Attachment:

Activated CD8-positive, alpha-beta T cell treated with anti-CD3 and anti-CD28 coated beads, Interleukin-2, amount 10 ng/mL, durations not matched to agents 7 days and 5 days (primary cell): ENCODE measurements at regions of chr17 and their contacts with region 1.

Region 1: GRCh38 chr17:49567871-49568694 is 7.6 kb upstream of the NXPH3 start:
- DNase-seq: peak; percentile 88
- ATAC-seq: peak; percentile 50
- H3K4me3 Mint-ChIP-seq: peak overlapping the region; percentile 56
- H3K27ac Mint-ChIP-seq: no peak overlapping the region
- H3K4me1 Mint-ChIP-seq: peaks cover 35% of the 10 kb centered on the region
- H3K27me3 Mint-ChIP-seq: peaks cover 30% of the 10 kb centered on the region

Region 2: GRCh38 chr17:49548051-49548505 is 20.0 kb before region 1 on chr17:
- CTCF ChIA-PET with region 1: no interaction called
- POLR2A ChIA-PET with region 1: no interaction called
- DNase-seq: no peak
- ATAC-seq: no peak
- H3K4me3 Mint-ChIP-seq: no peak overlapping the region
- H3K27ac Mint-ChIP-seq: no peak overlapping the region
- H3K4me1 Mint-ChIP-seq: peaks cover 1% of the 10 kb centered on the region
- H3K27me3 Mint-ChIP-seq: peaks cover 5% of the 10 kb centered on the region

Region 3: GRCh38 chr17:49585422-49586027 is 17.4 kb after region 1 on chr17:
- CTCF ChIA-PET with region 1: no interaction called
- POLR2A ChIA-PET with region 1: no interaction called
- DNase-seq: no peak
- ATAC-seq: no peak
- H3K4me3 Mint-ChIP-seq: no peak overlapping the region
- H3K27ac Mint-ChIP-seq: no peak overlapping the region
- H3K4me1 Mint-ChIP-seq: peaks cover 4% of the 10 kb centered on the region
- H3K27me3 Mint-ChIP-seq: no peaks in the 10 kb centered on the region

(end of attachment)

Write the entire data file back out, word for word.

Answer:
Activated CD8-positive, alpha-beta T cell treated with anti-CD3 and anti-CD28 coated beads, Interleukin-2, amount 10 ng/mL, durations not matched to agents 7 days and 5 days (primary cell): ENCODE measurements at regions of chr17 and their contacts with region 1.

Region 1: GRCh38 chr17:49567871-49568694 is 7.6 kb upstream of the NXPH3 start:
- DNase-seq: peak; percentile 88
- ATAC-seq: peak; percentile 50
- H3K4me3 Mint-ChIP-seq: peak overlapping the region; percentile 56
- H3K27ac Mint-ChIP-seq: no peak overlapping the region
- H3K4me1 Mint-ChIP-seq: peaks cover 35% of the 10 kb centered on the region
- H3K27me3 Mint-ChIP-seq: peaks cover 30% of the 10 kb centered on the region

Region 2: GRCh38 chr17:49548051-49548505 is 20.0 kb before region 1 on chr17:
- CTCF ChIA-PET with region 1: no interaction called
- POLR2A ChIA-PET with region 1: no interaction called
- DNase-seq: no peak
- ATAC-seq: no peak
- H3K4me3 Mint-ChIP-seq: no peak overlapping the region
- H3K27ac Mint-ChIP-seq: no peak overlapping the region
- H3K4me1 Mint-ChIP-seq: peaks cover 1% of the 10 kb centered on the region
- H3K27me3 Mint-ChIP-seq: peaks cover 5% of the 10 kb centered on the region

Region 3: GRCh38 chr17:49585422-49586027 is 17.4 kb after region 1 on chr17:
- CTCF ChIA-PET with region 1: no interaction called
- POLR2A ChIA-PET with region 1: no interaction called
- DNase-seq: no peak
- ATAC-seq: no peak
- H3K4me3 Mint-ChIP-seq: no peak overlapping the region
- H3K27ac Mint-ChIP-seq: no peak overlapping the region
- H3K4me1 Mint-ChIP-seq: peaks cover 4% of the 10 kb centered on the region
- H3K27me3 Mint-ChIP-seq: no peaks in the 10 kb centered on the region